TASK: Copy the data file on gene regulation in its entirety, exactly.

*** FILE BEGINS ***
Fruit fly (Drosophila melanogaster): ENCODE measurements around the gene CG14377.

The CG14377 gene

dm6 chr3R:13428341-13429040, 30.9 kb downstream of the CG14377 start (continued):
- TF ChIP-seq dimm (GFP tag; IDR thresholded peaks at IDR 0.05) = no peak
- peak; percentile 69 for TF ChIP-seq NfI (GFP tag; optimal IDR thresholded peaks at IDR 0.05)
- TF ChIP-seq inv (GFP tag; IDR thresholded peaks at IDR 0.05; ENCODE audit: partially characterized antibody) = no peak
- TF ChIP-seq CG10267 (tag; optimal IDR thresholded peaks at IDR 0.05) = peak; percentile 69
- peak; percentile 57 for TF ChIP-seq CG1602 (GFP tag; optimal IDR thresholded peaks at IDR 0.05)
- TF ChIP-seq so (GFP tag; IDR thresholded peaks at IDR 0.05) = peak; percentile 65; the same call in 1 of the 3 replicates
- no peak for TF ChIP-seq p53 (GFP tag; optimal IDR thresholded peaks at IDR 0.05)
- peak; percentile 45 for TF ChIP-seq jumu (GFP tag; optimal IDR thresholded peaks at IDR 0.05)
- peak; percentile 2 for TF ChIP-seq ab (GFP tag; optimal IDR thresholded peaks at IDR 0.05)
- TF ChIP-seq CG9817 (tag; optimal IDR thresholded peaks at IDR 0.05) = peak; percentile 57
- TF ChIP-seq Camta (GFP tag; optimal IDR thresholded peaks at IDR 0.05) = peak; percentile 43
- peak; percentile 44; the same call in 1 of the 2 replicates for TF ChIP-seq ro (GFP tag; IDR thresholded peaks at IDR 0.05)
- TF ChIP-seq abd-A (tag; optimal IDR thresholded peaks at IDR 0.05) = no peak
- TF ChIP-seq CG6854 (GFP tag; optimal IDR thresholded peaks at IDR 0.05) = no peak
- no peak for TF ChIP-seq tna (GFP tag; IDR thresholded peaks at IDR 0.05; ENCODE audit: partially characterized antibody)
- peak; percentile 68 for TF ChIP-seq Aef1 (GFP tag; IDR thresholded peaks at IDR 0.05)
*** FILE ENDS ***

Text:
Fruit fly (Drosophila melanogaster): ENCODE measurements around the gene CG14377.

The CG14377 gene

dm6 chr3R:13428341-13429040, 30.9 kb downstream of the CG14377 start (continued):
- TF ChIP-seq dimm (GFP tag; IDR thresholded peaks at IDR 0.05) = no peak
- peak; percentile 69 for TF ChIP-seq NfI (GFP tag; optimal IDR thresholded peaks at IDR 0.05)
- TF ChIP-seq inv (GFP tag; IDR thresholded peaks at IDR 0.05; ENCODE audit: partially characterized antibody) = no peak
- TF ChIP-seq CG10267 (tag; optimal IDR thresholded peaks at IDR 0.05) = peak; percentile 69
- peak; percentile 57 for TF ChIP-seq CG1602 (GFP tag; optimal IDR thresholded peaks at IDR 0.05)
- TF ChIP-seq so (GFP tag; IDR thresholded peaks at IDR 0.05) = peak; percentile 65; the same call in 1 of the 3 replicates
- no peak for TF ChIP-seq p53 (GFP tag; optimal IDR thresholded peaks at IDR 0.05)
- peak; percentile 45 for TF ChIP-seq jumu (GFP tag; optimal IDR thresholded peaks at IDR 0.05)
- peak; percentile 2 for TF ChIP-seq ab (GFP tag; optimal IDR thresholded peaks at IDR 0.05)
- TF ChIP-seq CG9817 (tag; optimal IDR thresholded peaks at IDR 0.05) = peak; percentile 57
- TF ChIP-seq Camta (GFP tag; optimal IDR thresholded peaks at IDR 0.05) = peak; percentile 43
- peak; percentile 44; the same call in 1 of the 2 replicates for TF ChIP-seq ro (GFP tag; IDR thresholded peaks at IDR 0.05)
- TF ChIP-seq abd-A (tag; optimal IDR thresholded peaks at IDR 0.05) = no peak
- TF ChIP-seq CG6854 (GFP tag; optimal IDR thresholded peaks at IDR 0.05) = no peak
- no peak for TF ChIP-seq tna (GFP tag; IDR thresholded peaks at IDR 0.05; ENCODE audit: partially characterized antibody)
- peak; percentile 68 for TF ChIP-seq Aef1 (GFP tag; IDR thresholded peaks at IDR 0.05)